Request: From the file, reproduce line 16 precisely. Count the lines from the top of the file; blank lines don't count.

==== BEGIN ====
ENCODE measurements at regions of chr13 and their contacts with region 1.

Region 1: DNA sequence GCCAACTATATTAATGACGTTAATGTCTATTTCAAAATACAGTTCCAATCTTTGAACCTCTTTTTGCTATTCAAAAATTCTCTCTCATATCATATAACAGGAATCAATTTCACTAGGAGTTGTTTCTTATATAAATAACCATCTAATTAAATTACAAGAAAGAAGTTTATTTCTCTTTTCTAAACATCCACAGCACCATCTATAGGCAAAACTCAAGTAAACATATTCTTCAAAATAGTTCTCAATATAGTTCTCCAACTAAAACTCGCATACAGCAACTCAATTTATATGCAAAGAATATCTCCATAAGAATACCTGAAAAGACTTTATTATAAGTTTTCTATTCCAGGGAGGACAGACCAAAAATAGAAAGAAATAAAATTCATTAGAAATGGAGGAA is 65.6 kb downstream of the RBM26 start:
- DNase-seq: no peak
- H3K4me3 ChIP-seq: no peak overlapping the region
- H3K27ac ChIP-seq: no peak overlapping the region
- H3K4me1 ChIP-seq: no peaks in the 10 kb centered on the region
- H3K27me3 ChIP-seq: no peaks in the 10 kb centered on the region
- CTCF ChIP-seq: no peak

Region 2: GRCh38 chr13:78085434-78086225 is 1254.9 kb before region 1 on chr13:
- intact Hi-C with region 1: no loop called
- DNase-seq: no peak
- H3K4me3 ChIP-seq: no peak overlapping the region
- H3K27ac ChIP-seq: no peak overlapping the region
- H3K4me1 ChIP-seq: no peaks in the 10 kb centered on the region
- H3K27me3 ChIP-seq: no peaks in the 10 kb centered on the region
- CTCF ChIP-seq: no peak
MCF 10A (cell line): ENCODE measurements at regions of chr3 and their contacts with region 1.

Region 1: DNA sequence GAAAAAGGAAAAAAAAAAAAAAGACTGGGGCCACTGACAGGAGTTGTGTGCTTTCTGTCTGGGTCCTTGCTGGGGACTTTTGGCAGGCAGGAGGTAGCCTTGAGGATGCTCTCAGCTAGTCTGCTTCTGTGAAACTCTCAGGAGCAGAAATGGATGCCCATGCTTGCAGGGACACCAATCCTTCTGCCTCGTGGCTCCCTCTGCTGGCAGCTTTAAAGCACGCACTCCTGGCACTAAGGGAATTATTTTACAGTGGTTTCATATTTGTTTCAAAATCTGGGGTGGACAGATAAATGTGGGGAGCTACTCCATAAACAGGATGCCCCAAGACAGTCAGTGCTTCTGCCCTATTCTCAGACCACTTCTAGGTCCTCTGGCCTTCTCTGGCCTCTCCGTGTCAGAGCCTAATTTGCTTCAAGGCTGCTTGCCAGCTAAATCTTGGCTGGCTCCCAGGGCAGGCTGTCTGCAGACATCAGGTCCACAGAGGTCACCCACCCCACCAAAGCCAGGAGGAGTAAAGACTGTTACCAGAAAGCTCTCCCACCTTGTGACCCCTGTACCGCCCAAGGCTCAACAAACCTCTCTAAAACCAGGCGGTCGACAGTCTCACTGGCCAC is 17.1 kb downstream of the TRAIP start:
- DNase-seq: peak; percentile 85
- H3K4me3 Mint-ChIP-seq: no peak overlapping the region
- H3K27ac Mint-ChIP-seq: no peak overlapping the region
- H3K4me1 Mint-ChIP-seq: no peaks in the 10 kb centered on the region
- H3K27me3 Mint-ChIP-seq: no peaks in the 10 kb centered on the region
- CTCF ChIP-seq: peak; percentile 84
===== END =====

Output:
- CTCF ChIP-seq: no peak